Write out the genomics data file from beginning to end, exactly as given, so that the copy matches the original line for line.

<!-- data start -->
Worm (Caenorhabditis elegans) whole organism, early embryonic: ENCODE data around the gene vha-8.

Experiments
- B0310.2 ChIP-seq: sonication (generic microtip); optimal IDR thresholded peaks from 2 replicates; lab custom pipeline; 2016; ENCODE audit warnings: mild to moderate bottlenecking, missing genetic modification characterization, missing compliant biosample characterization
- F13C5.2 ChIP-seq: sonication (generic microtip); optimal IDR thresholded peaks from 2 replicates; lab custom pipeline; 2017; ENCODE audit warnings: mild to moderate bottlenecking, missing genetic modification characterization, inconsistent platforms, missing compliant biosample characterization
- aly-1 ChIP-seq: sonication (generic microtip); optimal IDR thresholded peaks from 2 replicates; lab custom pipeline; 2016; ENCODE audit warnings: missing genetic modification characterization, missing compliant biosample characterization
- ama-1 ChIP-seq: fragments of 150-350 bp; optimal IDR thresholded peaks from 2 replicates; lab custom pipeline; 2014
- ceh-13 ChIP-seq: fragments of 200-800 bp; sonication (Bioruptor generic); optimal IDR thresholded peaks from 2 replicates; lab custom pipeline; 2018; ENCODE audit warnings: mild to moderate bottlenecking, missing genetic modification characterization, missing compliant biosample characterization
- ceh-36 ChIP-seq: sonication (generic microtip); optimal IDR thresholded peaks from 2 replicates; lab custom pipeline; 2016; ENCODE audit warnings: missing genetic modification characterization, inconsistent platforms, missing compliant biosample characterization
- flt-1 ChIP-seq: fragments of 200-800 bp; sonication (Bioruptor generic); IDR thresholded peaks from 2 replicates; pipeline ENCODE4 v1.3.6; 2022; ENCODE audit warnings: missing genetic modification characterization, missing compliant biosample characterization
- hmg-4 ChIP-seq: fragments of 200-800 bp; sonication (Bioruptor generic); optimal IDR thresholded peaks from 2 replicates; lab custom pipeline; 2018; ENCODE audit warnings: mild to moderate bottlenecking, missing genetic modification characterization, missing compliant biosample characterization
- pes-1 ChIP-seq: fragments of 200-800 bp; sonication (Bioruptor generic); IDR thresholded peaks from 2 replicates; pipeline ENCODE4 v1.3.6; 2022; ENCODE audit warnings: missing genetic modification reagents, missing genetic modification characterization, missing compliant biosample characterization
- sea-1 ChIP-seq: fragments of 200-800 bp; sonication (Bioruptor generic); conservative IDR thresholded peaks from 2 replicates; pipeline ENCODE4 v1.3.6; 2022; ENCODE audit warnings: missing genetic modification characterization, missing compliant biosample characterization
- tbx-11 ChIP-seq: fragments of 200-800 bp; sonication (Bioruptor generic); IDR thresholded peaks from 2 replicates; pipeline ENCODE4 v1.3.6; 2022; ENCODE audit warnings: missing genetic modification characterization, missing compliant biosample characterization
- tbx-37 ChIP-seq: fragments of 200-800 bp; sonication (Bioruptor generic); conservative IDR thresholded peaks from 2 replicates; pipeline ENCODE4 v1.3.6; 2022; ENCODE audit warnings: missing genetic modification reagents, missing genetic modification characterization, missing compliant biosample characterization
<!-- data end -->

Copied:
Worm (Caenorhabditis elegans) whole organism, early embryonic: ENCODE data around the gene vha-8.

Experiments
- B0310.2 ChIP-seq: sonication (generic microtip); optimal IDR thresholded peaks from 2 replicates; lab custom pipeline; 2016; ENCODE audit warnings: mild to moderate bottlenecking, missing genetic modification characterization, missing compliant biosample characterization
- F13C5.2 ChIP-seq: sonication (generic microtip); optimal IDR thresholded peaks from 2 replicates; lab custom pipeline; 2017; ENCODE audit warnings: mild to moderate bottlenecking, missing genetic modification characterization, inconsistent platforms, missing compliant biosample characterization
- aly-1 ChIP-seq: sonication (generic microtip); optimal IDR thresholded peaks from 2 replicates; lab custom pipeline; 2016; ENCODE audit warnings: missing genetic modification characterization, missing compliant biosample characterization
- ama-1 ChIP-seq: fragments of 150-350 bp; optimal IDR thresholded peaks from 2 replicates; lab custom pipeline; 2014
- ceh-13 ChIP-seq: fragments of 200-800 bp; sonication (Bioruptor generic); optimal IDR thresholded peaks from 2 replicates; lab custom pipeline; 2018; ENCODE audit warnings: mild to moderate bottlenecking, missing genetic modification characterization, missing compliant biosample characterization
- ceh-36 ChIP-seq: sonication (generic microtip); optimal IDR thresholded peaks from 2 replicates; lab custom pipeline; 2016; ENCODE audit warnings: missing genetic modification characterization, inconsistent platforms, missing compliant biosample characterization
- flt-1 ChIP-seq: fragments of 200-800 bp; sonication (Bioruptor generic); IDR thresholded peaks from 2 replicates; pipeline ENCODE4 v1.3.6; 2022; ENCODE audit warnings: missing genetic modification characterization, missing compliant biosample characterization
- hmg-4 ChIP-seq: fragments of 200-800 bp; sonication (Bioruptor generic); optimal IDR thresholded peaks from 2 replicates; lab custom pipeline; 2018; ENCODE audit warnings: mild to moderate bottlenecking, missing genetic modification characterization, missing compliant biosample characterization
- pes-1 ChIP-seq: fragments of 200-800 bp; sonication (Bioruptor generic); IDR thresholded peaks from 2 replicates; pipeline ENCODE4 v1.3.6; 2022; ENCODE audit warnings: missing genetic modification reagents, missing genetic modification characterization, missing compliant biosample characterization
- sea-1 ChIP-seq: fragments of 200-800 bp; sonication (Bioruptor generic); conservative IDR thresholded peaks from 2 replicates; pipeline ENCODE4 v1.3.6; 2022; ENCODE audit warnings: missing genetic modification characterization, missing compliant biosample characterization
- tbx-11 ChIP-seq: fragments of 200-800 bp; sonication (Bioruptor generic); IDR thresholded peaks from 2 replicates; pipeline ENCODE4 v1.3.6; 2022; ENCODE audit warnings: missing genetic modification characterization, missing compliant biosample characterization
- tbx-37 ChIP-seq: fragments of 200-800 bp; sonication (Bioruptor generic); conservative IDR thresholded peaks from 2 replicates; pipeline ENCODE4 v1.3.6; 2022; ENCODE audit warnings: missing genetic modification reagents, missing genetic modification characterization, missing compliant biosample characterization